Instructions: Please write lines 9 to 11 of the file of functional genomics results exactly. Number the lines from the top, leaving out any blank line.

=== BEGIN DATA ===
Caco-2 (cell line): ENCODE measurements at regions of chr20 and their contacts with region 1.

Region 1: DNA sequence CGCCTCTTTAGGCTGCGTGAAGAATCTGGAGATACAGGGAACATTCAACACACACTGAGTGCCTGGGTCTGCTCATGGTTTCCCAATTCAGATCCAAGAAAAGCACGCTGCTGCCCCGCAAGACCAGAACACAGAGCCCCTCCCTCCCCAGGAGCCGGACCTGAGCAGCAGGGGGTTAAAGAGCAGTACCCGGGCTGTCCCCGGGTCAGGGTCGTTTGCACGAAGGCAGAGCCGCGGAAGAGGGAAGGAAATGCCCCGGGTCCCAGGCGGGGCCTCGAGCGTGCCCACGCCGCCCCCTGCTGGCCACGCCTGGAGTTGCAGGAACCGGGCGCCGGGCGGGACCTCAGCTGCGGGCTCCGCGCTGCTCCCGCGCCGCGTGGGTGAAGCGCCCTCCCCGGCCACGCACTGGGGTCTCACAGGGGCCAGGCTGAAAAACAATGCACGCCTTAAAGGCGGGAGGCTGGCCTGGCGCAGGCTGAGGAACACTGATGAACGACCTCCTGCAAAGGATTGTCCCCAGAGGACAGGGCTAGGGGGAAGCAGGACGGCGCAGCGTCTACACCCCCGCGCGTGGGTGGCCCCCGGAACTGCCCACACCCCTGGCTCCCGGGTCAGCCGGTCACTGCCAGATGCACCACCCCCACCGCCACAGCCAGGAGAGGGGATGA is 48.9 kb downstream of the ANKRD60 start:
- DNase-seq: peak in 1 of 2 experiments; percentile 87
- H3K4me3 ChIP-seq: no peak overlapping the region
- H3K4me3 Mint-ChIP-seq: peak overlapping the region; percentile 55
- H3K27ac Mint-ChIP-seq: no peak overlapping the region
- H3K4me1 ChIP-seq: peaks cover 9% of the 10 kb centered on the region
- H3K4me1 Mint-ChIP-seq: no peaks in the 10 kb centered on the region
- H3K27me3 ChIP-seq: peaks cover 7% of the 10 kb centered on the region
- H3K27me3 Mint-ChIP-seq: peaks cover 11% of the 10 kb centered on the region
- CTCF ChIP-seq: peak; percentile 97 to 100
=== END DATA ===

- H3K27me3 ChIP-seq: peaks cover 7% of the 10 kb centered on the region
- H3K27me3 Mint-ChIP-seq: peaks cover 11% of the 10 kb centered on the region
- CTCF ChIP-seq: peak; percentile 97 to 100